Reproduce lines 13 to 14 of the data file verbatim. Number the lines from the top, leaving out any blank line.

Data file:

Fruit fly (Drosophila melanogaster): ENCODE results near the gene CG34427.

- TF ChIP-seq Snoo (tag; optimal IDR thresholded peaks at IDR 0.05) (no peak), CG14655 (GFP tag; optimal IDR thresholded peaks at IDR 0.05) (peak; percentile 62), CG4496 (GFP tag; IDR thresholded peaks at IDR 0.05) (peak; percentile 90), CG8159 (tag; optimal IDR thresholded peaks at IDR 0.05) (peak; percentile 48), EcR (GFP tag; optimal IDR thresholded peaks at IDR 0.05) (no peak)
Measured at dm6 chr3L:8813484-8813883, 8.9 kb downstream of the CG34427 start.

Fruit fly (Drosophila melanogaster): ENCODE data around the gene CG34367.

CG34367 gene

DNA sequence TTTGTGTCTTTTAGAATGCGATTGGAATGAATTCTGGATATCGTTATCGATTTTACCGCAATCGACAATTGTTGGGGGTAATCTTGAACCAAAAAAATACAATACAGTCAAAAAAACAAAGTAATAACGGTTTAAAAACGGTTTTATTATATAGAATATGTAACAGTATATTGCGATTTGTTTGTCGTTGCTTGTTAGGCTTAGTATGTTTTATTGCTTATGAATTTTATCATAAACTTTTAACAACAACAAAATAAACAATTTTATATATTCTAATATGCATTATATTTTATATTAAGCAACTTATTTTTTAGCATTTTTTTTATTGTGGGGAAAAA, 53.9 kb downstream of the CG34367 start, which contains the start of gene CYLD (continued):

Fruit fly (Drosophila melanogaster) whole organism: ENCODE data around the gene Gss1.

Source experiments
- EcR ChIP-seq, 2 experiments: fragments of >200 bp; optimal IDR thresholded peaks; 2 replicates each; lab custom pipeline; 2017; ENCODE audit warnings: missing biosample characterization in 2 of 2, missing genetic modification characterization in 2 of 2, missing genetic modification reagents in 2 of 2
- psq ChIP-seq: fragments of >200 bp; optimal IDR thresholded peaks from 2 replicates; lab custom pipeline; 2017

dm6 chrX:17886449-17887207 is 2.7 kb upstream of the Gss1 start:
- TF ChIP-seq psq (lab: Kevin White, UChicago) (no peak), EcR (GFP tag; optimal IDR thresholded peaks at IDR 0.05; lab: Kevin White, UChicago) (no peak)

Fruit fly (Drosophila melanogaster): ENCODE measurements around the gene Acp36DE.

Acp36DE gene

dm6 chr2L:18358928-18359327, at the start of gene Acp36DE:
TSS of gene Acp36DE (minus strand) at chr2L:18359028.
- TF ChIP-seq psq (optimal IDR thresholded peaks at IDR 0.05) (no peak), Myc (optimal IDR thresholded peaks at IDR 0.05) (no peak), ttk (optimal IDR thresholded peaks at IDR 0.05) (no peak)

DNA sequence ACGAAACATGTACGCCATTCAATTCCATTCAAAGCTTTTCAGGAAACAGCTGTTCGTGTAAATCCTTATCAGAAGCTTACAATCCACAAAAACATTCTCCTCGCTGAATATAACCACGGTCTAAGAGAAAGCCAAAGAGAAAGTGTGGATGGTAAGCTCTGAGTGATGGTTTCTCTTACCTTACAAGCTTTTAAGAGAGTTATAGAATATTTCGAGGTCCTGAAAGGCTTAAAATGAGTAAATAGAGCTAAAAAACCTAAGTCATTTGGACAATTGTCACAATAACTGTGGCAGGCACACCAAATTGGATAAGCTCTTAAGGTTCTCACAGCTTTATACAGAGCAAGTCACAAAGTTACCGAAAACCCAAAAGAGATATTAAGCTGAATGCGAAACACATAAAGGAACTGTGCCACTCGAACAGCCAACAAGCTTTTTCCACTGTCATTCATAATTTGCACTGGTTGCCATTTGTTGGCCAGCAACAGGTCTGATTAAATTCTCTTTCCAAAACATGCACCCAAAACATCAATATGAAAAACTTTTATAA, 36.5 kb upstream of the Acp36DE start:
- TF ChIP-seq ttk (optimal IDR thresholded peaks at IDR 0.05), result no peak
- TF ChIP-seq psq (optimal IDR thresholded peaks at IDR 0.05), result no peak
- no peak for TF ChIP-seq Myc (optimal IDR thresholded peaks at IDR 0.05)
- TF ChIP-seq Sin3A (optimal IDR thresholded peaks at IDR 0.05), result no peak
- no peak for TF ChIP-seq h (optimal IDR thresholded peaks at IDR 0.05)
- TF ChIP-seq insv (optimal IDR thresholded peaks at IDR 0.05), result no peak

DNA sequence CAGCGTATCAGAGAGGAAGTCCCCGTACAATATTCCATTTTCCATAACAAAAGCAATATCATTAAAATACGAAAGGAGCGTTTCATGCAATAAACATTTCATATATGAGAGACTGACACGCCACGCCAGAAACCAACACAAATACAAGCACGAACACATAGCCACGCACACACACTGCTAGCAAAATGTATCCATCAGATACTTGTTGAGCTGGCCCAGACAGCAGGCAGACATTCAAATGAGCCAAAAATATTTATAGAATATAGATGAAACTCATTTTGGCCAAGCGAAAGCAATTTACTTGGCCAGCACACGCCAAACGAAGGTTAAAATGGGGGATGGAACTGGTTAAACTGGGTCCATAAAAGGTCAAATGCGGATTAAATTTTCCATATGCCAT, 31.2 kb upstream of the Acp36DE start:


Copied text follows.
Fruit fly (Drosophila melanogaster): ENCODE measurements around the gene Acp36DE.

Acp36DE gene